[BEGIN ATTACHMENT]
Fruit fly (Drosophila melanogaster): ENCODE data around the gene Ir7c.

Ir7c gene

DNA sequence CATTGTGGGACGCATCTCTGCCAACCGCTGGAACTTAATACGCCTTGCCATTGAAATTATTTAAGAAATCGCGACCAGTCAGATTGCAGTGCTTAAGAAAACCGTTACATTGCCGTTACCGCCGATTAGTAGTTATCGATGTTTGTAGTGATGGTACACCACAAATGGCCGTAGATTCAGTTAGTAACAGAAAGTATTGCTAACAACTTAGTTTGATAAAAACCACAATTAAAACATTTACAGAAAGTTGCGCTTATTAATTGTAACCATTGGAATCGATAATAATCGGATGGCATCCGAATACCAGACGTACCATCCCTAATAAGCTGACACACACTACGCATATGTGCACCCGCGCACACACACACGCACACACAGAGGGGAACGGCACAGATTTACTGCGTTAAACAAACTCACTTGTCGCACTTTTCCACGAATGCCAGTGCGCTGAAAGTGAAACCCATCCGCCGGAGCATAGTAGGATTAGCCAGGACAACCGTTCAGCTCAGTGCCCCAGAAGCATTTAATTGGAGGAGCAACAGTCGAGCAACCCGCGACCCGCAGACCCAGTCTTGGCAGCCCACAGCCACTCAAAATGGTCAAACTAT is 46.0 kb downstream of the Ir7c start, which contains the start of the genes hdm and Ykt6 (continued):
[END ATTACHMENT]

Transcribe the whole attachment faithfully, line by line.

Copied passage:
Fruit fly (Drosophila melanogaster): ENCODE data around the gene Ir7c.

Ir7c gene

DNA sequence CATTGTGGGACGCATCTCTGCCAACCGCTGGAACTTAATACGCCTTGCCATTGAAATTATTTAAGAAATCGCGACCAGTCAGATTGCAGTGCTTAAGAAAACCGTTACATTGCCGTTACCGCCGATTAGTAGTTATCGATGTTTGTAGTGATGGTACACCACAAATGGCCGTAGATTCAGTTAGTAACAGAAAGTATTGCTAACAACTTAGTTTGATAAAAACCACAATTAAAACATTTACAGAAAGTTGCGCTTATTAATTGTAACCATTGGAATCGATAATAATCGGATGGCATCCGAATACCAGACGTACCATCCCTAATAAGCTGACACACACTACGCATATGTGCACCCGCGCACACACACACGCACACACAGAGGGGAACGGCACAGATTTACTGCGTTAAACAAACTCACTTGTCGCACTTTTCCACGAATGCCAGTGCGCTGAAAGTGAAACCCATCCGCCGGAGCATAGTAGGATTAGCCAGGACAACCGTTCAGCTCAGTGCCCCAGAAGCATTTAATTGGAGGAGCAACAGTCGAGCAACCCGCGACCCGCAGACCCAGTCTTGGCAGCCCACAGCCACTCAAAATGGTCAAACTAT is 46.0 kb downstream of the Ir7c start, which contains the start of the genes hdm and Ykt6 (continued):